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Akon swaps hood celebrity for national success

Rapper leaves criminal past behind to sing and pen hit songs
/ Source: The Associated Press

Before he had a hit single, sang a hook on a grimy rap song or penned hits for some of music’s biggest stars, Akon was living the lifestyle of the rich and famous.

Except instead of being an internationally known singer, Akon was what he likes to call a “hood celebrity” — a small-time hustler enjoying success and notoriety from the street life in Newark and Jersey City, N.J.

This life repeatedly landed Akon behind bars. And it was a life he was reluctant to give it up.

“I wasn’t realizing that same attention, that same cash flow, that same surroundings like that whole hype around it could be done in a legitimate way too,” says the congenial Akon, who this week released his sophomore album, “Konvicted.” “You could be a hood celebrity for the rest if your life, just never leave the hood, always be popular — everybody love you.”

It wasn’t until he had an extended stint in the penitentiary that Akon explored the talents that could make him money legally. In some ways, it wasn’t that much of a stretch; his father is a jazz percussionist, and Akon had been writing songs for his own amusement for years.

“At that time, music wasn’t an option. I never even thought about music as a career,” says Akon. “I had a lot of people that was around me too, just straight street, gangsters, people that really looked (at) R&B like it was soft. So, even though I did those kind of records, they would never hear them.”

Singing about life behind barsNow everyone is hearing what Akon has to say — and few would ever describe the singer, writer and songwriter as soft. Though he had a hit with the Bobby Vinton cover “Lonely,” he’s better known for conveying what could be called gangsta angst.

His breakout song, 2004’s “Locked Up,” found him warbling about his stint behind bars; on “Soul Survivor,” the urgent track he penned for rapper Young Jeezy, Akon’s sweet falsetto belies the threatening words he sings: “If you lookin’ for me I’ll be on the block / With my thang cocked possibly sittin’ on a drop ...”

This year, he’s worked with another hard-core rapper, Rick Ross, on his debut record, and the first smash from Akon’s album is the sexually charged “Smack That” with none other than Eminem, while “I Wanna Love You” — the clean version of another naughty song — features Snoop Dogg.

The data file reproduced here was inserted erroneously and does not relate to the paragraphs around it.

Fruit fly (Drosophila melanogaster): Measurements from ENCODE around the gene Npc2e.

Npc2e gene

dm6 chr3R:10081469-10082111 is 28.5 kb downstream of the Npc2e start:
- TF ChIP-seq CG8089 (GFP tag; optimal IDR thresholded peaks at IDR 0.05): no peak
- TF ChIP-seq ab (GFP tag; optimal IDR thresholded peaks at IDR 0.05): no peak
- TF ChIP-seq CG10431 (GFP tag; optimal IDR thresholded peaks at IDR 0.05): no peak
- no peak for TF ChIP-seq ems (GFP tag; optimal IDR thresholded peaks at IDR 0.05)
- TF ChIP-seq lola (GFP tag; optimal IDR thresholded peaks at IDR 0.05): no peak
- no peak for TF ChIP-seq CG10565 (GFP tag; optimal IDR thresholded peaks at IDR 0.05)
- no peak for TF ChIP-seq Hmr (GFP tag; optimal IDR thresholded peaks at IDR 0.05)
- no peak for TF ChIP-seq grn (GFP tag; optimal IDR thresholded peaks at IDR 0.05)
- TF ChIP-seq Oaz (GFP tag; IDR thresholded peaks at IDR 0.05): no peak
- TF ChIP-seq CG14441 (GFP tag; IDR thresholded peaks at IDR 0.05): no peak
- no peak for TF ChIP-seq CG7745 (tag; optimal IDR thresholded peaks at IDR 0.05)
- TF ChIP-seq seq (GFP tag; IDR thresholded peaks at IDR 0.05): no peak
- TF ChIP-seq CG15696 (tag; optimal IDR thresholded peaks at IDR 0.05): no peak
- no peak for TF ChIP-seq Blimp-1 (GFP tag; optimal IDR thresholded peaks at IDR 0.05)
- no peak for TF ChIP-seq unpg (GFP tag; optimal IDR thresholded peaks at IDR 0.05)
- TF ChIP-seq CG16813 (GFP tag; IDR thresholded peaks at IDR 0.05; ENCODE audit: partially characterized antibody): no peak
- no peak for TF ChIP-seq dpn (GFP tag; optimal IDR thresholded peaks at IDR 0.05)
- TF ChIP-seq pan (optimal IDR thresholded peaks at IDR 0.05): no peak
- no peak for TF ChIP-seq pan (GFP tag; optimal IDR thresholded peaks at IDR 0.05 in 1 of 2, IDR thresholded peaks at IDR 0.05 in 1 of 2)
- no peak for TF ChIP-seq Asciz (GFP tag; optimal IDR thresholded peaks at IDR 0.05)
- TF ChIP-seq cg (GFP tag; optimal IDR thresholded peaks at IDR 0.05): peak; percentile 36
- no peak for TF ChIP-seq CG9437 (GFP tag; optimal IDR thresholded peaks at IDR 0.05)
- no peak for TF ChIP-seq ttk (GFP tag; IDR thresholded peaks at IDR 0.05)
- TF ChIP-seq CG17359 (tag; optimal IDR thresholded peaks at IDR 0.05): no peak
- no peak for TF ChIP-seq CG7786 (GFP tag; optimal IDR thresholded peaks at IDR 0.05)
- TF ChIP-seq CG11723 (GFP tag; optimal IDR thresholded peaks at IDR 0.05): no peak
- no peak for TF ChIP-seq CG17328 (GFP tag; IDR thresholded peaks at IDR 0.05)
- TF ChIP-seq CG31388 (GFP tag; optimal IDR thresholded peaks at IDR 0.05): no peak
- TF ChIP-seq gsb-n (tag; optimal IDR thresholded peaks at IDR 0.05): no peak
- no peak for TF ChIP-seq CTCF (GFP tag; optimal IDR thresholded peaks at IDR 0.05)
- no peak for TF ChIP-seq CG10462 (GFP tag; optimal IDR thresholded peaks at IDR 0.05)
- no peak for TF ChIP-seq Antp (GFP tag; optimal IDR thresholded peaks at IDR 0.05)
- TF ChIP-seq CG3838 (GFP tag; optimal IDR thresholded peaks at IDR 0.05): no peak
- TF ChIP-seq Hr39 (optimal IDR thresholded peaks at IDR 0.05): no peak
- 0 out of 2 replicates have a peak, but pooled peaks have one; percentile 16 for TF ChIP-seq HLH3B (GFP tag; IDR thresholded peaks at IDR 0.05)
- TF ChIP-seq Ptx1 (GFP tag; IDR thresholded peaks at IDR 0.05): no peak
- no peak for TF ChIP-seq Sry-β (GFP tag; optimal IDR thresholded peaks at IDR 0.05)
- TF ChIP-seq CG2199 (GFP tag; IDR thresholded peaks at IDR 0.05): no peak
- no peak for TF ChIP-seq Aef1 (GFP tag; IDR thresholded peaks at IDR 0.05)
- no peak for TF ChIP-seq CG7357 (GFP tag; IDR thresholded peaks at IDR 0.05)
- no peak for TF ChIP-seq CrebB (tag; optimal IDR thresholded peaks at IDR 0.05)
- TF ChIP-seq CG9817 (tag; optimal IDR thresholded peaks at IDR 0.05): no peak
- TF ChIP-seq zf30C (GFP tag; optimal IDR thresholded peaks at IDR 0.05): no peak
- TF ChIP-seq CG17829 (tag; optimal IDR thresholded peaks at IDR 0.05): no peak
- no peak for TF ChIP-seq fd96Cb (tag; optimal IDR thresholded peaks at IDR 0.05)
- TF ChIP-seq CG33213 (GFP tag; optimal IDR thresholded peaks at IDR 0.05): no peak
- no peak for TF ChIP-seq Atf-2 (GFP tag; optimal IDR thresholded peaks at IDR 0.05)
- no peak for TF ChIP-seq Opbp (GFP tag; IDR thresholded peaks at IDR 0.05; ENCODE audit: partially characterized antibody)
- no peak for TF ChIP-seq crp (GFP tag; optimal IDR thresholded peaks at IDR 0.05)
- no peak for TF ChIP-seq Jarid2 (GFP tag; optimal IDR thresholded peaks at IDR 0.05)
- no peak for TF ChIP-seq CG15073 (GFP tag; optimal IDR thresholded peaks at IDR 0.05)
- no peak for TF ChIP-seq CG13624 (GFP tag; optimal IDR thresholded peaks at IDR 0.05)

But there’s more to Akon than rap collaborations. He’s featured on Gwen Stefani’s new record, wrote a sweeping anthem for teen heartthrob Mario’s upcoming album, did a remix for India.Arie’s empowerment song “I Am Not My Hair” and even plans a song for Michael Jackson in 2007.

“I can do records from rock, country, pop. Those come in my sleep, literally, and as time goes on, you’re gonna see me work on a lot of those type of records, and you won’t believe your ears” Akon says, somehow managing to sound boastful and humble at the same time. “A lot of those records come a lot easier than the hip-hop records do.”

The musical education of Akon (born Aliaune Thiam in America to Senegalese parents) began when he was a kid, following his father Mor Thiam to jazz joints around the United States. That inspired his penchant for percussion — but that’s about all he loved of his dad’s music.

“I can’t stand jazz. Even now, I can’t listen to it,” he laughs. “It’s a lot of stuff that I never really understood about jazz.”

After a while, he began to seek his own interests. But that would become difficult for the Akon, who spent much of his youth in Senegal and returned to the United States as an adolescent with a thick accent (though he now sounds like a typical Northeasterner from the hood).

“When you come from another culture, you naturally stick out like a sore thumb. I mean, I literally stuck out from all the other kids,” he said.

“It was times when of course cats would make fun of me, and at the time, dark skin wasn’t in style.” he says, laughing.

Over time, Akon stopped brushing off the taunts and started reacting to them — violently. That earned him a reputation of a “crazy African kid,” he jokes, but also gave him a street rep and led him to gravitate toward crime.

“I’m hanging out in the projects, hanging out in the hood and you know what comes with that. So now I’ve got to start living up to my name,” he says. “It was trying to fit in, trying to get paid, and trying to maintain that respect. That’s what got me caught up in a lot of situations. Before you know it, I was making decisions just on the strength of trying to keep my reputation alive.”

A car theft rap in Atlanta, where Akon now lives, was his last stint behind bars. After that, he plunged completely into music. The plan was to work quietly as a producer for others while building up his own career as a singer. But the request for beats exploded as Akon took off with his debut album, 2004’s “Trouble.” Soon, Akon found that producing and writing others — while carving out a prime guest spot on the track for himself — was the best way to build his own success.

“It got to the point where I needed more exposure, so I kicked in on the production side,” he says. “I was like, ’OK, this will set up for the next album. ... I’ll be more experienced as an artist, songwriter, producer, so it will just make a lot of things that much easier.”

The plan has succeeded. “Smack That” is No. 2 on the Billboard Hot 100 singles charts, “I Wanna Love You” not far behind and the album features a wealth of songs that could be hits — from the reggae-infused tribute to his homeland and its people, “Mama Africa” to the gritty “Shake Down.”

But Akon says even if he does reach that superstar level, his goal is not to get his face on the covers of magazines. He just wants his music to be universal.

“I’m just a face, I’m the voice, but it ain’t about me. It’s about the records.”